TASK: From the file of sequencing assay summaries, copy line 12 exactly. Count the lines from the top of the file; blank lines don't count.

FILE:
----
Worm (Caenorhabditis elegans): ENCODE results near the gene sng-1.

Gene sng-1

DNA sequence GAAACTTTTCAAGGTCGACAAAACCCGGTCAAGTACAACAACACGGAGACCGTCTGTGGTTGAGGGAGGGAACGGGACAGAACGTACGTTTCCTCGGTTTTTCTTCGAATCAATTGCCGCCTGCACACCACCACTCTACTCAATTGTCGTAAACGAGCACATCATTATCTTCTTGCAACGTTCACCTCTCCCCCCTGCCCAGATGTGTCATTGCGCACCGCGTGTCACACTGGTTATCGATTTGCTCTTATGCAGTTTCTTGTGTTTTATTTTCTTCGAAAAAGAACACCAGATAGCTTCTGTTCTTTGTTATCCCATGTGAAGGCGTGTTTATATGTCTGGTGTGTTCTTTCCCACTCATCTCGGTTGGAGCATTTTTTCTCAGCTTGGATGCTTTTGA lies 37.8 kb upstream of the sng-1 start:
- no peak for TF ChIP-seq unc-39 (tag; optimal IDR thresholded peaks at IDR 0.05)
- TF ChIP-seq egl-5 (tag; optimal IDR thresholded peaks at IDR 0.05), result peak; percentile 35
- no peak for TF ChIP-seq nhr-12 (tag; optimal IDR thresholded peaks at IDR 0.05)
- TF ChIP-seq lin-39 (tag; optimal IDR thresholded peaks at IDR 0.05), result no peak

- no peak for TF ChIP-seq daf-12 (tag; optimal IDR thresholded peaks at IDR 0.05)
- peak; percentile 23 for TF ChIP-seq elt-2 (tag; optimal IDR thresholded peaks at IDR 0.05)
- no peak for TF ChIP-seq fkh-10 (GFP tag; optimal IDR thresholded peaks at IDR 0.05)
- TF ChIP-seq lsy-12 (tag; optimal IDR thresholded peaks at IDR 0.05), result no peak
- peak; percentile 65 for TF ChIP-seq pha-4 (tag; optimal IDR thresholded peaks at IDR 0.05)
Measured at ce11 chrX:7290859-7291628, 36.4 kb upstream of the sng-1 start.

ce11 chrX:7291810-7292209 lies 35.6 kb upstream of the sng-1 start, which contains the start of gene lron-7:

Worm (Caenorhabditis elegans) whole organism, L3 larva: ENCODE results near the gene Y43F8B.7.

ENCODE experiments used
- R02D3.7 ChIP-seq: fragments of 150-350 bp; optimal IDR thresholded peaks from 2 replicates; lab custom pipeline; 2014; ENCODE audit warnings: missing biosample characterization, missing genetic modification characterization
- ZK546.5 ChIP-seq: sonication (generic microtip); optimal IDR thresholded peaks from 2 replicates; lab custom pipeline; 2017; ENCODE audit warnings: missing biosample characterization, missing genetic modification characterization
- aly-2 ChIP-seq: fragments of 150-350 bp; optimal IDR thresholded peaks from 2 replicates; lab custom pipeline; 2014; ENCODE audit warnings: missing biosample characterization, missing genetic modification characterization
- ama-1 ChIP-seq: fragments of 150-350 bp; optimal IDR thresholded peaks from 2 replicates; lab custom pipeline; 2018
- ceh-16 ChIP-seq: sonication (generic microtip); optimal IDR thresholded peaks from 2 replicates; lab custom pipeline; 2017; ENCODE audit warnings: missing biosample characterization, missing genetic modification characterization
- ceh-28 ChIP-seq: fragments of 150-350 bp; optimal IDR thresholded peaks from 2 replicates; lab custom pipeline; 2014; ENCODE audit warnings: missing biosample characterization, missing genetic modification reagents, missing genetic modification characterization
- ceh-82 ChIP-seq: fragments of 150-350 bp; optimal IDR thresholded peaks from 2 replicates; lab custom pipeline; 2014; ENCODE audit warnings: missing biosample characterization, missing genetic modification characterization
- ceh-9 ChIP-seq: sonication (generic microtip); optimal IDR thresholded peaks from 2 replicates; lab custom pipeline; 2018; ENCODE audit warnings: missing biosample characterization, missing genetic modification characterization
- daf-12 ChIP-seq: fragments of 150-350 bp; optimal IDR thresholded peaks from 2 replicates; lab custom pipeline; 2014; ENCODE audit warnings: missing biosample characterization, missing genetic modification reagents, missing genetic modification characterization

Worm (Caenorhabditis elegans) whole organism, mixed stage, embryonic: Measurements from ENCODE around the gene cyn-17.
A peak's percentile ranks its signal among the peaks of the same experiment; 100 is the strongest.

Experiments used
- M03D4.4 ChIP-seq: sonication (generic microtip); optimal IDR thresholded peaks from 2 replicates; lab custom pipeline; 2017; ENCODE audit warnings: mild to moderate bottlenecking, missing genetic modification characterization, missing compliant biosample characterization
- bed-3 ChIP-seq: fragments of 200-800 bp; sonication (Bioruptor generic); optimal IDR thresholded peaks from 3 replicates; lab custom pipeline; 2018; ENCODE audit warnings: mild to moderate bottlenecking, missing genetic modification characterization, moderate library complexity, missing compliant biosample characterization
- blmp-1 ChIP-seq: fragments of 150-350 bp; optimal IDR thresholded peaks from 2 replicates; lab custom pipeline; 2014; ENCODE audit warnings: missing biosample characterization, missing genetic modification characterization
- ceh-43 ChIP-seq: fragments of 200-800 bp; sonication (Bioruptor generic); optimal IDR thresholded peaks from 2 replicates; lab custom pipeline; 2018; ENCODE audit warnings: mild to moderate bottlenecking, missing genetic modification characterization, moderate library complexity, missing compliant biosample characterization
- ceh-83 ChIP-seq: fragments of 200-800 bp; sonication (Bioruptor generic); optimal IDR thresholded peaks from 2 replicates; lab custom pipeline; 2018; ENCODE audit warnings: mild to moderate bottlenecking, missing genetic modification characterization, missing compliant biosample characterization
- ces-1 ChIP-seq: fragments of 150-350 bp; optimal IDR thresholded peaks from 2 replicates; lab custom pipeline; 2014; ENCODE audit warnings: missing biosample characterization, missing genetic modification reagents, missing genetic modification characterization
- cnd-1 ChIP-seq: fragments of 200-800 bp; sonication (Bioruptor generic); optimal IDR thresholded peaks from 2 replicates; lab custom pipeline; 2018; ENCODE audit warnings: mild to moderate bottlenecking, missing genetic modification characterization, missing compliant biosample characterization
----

- peak; percentile 65 for TF ChIP-seq pha-4 (tag; optimal IDR thresholded peaks at IDR 0.05)